Churches seek end to stigma of HIV/AIDS

By on May 1, 2006

Canon Gideon Byamugisha, a Ugandan Anglican priest who is the first known African church leader to declare he is HIV-positive, told a recent meeting of religious leaders that he can envision a world free of AIDS.

Nairobi
Canon Gideon Byamu-gisha, the Ugandan Anglican priest who became the first known African church leader to declare he was HIV-positive, says the world could be free of AIDS by 2025 if it confronts hurdles like stigma and inaction in dealing with the pandemic.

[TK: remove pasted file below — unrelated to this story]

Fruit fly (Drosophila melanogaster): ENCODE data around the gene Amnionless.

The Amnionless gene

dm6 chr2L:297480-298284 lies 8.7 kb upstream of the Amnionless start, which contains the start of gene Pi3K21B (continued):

“I am beginning to see a world free of AIDS,” Mr. Byamugisha said on March 15 at a meeting of religious leaders on combating stigma around HIV and AIDS. “With good partnerships, we can defeat stigma by 2009. The epidemic can also level off by 2015. We will then be talking of a world free of AIDS by 2025.”

But for a global victory over AIDS, Mr. Byamugisha said the world must first defeat stigma, shame, denial, discrimination, inaction and wrong actions, which he described as persistent stumbling blocks to the successful control of the pandemic. 

The meeting was organized by CARE International and the African Network of Religious Leaders Living With or Personally Affected by HIV and AIDS (ANERELA+), which Mr. Byamugisha chairs. 

It also heard Anglican Archbishop Benjamin Nzimbi of Kenya restate a church apology to persons infected or affected with HIV/AIDS.

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